(c) Assisting E.V.T. staffs to decide on the course of training for an individual.
17. Personnel are to apply for advice to the station E.V.T. staff who may pass them on to the V.A.S. whose advisors either visit stations or maintain offices in various districts.
18. V.A.S. officers are employed under the same conditions as E.V.T. instructors.
[underlined] Documentation (A.M.O. A.466/45) [/underlined]
19. In order to co-ordinate the training and provide trainees with appropriate records and certificates, strict documentation must be maintained by E.V.T. staffs
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[underlined] Maintenance of continuity [/underlined]
20. All new arrivals at a station must report to the Education Officer in accordance with A.M.O. A.268/42.
[underlined] Accommodation and Equipment [/underlined]
21. In general, existing accommodation must be used though modifications can be made by Works services. Scales of barrack equipment and training equipment for E.V.T. purposes are being laid down by Air Ministry.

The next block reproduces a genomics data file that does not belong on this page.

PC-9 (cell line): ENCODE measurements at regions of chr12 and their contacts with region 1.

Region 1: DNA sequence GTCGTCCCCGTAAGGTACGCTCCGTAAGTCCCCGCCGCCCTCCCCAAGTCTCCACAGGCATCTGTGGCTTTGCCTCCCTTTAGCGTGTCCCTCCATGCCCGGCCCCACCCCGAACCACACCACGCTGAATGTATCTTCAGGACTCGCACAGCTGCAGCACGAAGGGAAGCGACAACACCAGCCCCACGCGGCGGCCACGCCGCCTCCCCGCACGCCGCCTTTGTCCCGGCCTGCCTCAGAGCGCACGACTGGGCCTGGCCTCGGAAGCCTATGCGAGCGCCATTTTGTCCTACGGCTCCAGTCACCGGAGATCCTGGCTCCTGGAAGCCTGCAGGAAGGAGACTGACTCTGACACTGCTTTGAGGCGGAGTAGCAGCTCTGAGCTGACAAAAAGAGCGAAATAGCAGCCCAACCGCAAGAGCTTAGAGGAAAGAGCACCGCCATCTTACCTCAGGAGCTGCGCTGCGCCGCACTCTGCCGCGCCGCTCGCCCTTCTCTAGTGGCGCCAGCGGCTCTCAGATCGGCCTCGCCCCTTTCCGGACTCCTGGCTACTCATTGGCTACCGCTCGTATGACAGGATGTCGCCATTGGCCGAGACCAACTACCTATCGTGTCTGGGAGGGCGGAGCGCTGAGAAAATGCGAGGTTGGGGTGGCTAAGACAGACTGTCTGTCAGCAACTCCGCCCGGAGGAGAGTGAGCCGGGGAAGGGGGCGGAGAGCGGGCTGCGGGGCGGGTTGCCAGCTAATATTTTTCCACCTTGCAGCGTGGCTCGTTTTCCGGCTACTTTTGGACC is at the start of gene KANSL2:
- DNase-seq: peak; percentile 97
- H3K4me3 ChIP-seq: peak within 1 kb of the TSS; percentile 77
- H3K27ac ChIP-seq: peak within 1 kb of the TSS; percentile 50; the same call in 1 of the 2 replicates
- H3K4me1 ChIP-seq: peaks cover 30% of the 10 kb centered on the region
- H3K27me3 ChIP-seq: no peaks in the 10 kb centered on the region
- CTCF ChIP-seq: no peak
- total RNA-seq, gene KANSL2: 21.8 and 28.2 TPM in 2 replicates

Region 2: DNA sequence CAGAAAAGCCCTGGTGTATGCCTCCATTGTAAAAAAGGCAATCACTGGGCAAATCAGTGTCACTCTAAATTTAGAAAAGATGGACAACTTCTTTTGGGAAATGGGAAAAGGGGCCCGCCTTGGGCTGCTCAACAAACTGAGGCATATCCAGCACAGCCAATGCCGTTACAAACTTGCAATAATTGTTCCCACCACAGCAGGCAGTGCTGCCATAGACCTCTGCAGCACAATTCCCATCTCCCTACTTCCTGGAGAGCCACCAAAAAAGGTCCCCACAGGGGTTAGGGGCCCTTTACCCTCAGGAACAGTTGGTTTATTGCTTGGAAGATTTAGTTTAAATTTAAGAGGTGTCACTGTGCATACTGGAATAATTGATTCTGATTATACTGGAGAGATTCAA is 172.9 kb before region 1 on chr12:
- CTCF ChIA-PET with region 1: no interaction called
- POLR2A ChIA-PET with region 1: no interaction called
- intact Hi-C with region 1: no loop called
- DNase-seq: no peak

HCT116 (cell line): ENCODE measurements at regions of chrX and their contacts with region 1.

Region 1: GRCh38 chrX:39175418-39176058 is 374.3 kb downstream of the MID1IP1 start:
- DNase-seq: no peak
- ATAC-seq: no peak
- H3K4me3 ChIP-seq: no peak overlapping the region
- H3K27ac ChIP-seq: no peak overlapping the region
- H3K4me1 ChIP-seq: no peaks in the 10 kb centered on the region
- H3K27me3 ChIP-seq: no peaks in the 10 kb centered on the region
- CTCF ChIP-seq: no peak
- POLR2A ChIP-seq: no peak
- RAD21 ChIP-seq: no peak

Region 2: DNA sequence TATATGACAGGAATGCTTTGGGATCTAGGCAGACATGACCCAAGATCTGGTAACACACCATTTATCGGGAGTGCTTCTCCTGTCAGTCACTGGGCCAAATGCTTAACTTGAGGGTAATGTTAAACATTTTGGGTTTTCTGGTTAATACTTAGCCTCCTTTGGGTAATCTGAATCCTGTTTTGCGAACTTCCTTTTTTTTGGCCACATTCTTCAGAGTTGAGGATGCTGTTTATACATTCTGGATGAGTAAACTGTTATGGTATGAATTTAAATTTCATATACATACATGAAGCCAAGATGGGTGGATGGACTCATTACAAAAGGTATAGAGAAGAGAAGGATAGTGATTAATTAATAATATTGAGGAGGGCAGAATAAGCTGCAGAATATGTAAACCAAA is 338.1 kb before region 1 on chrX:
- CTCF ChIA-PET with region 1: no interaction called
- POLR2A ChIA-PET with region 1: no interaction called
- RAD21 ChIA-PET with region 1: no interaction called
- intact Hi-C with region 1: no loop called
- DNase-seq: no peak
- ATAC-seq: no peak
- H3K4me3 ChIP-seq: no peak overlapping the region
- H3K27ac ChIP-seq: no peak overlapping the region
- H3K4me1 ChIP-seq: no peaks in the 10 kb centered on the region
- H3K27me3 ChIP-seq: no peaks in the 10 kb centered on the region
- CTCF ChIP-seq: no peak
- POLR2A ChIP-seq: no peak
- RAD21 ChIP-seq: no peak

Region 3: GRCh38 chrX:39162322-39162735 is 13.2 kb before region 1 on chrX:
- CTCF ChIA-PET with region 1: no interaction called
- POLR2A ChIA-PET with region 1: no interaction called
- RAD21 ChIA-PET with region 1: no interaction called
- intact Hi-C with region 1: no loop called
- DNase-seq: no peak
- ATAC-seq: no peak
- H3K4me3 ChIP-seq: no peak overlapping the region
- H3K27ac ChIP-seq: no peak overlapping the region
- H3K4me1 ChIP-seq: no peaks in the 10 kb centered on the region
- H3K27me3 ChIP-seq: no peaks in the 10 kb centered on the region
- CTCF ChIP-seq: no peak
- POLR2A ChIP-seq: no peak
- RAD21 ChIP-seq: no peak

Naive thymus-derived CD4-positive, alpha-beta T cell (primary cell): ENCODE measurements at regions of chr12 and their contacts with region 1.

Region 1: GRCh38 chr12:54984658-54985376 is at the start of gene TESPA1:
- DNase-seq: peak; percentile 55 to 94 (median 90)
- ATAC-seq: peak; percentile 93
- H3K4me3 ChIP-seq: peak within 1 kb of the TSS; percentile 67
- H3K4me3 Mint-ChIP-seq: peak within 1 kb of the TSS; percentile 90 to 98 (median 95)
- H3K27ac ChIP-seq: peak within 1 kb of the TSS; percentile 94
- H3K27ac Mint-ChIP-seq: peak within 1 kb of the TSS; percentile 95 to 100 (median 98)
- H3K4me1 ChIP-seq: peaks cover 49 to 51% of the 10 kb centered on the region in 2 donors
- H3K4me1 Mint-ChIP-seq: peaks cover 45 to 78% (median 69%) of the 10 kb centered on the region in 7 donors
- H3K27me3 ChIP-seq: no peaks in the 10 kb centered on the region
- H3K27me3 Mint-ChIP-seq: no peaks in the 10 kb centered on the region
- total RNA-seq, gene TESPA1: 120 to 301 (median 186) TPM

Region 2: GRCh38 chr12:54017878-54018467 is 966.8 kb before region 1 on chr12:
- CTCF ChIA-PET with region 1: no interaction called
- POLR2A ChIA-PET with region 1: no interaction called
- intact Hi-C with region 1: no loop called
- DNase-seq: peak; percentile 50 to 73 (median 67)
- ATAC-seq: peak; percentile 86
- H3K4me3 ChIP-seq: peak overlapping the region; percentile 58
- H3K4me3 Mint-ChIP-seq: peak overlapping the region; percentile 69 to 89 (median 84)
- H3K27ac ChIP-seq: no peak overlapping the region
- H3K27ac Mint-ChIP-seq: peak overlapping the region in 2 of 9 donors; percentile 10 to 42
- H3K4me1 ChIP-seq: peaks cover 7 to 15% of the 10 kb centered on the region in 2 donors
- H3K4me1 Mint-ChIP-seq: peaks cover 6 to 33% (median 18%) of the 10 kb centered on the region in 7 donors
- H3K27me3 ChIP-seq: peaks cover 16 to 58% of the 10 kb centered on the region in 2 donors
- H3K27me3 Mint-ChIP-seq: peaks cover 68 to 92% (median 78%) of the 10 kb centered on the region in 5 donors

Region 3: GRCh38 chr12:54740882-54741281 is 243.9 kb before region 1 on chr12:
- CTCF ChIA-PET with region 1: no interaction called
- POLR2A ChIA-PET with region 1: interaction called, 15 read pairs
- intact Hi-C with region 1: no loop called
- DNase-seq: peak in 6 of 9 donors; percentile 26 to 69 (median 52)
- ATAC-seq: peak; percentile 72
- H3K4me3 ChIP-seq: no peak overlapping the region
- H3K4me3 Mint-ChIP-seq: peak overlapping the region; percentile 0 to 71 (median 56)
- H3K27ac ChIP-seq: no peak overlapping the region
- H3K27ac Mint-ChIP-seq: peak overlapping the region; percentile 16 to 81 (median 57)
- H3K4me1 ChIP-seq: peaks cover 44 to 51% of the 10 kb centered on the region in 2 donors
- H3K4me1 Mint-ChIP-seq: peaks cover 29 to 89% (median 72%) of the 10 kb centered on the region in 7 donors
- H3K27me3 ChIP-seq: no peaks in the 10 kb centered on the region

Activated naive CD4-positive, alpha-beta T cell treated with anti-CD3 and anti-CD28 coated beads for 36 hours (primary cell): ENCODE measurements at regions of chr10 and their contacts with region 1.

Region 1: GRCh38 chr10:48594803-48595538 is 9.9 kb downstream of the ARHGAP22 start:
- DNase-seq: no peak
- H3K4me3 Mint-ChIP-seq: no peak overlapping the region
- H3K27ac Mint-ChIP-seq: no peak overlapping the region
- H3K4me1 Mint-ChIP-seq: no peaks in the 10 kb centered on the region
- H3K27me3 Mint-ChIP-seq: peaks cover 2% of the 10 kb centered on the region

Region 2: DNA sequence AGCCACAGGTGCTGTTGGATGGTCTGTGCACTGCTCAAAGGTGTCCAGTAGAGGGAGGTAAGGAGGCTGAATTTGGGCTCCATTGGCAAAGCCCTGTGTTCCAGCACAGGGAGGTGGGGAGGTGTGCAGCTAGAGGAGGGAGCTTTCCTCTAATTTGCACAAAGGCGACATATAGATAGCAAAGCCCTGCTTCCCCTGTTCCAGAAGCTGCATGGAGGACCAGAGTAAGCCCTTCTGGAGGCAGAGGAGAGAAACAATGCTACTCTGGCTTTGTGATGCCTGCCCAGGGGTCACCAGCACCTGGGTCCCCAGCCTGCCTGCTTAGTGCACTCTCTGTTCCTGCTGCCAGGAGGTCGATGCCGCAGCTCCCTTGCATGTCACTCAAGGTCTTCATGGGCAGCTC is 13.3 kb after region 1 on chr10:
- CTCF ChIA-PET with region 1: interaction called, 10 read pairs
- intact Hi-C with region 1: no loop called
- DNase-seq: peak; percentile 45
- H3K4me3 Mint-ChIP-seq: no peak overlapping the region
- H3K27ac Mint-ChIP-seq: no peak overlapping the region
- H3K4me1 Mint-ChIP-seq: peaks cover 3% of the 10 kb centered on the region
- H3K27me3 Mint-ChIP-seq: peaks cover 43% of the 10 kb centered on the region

Radio sets on the scale of one per station are being provided, and arrangements have been made with the B.B.C. for educational broadcasts to fit into the E.V.T. scheme.
[underlined] Books and Stationery [/underlined]
22. The Book Distribution Centre (E.V.T.) has been set up at Innsworth to supply reference and text books for the various courses. Provision has also been made for supplies of stationery.
[underlined] General Education Scheme [/underlined]